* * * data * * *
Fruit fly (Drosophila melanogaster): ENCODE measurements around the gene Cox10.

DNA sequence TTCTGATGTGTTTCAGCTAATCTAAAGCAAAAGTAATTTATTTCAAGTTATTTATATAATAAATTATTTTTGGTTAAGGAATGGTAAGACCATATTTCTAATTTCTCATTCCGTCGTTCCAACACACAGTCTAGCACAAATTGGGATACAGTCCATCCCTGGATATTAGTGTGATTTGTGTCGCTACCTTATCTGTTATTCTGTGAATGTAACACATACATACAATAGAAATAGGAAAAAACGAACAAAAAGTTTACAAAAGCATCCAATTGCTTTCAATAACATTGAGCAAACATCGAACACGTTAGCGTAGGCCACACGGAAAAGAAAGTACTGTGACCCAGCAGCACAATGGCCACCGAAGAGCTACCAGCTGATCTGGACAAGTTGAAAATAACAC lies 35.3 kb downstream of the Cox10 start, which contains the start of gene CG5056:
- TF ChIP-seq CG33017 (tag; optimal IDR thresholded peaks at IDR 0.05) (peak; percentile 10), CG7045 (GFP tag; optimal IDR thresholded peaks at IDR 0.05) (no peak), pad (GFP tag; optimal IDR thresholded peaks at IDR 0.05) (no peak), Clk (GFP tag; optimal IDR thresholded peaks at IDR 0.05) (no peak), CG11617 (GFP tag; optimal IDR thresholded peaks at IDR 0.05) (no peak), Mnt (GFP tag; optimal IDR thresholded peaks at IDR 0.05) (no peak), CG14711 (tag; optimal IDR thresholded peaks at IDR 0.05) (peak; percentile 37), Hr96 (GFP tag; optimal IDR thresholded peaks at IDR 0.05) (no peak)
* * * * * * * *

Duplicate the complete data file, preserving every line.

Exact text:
Fruit fly (Drosophila melanogaster): ENCODE measurements around the gene Cox10.

DNA sequence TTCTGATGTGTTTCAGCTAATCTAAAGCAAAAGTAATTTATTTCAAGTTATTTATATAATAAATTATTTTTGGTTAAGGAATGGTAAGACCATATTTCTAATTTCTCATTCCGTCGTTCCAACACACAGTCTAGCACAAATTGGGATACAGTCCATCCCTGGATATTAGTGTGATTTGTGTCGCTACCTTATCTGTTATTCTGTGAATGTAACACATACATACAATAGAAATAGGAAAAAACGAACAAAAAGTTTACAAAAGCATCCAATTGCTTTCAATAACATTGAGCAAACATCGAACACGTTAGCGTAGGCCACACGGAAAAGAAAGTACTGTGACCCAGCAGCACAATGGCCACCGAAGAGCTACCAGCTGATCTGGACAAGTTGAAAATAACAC lies 35.3 kb downstream of the Cox10 start, which contains the start of gene CG5056:
- TF ChIP-seq CG33017 (tag; optimal IDR thresholded peaks at IDR 0.05) (peak; percentile 10), CG7045 (GFP tag; optimal IDR thresholded peaks at IDR 0.05) (no peak), pad (GFP tag; optimal IDR thresholded peaks at IDR 0.05) (no peak), Clk (GFP tag; optimal IDR thresholded peaks at IDR 0.05) (no peak), CG11617 (GFP tag; optimal IDR thresholded peaks at IDR 0.05) (no peak), Mnt (GFP tag; optimal IDR thresholded peaks at IDR 0.05) (no peak), CG14711 (tag; optimal IDR thresholded peaks at IDR 0.05) (peak; percentile 37), Hr96 (GFP tag; optimal IDR thresholded peaks at IDR 0.05) (no peak)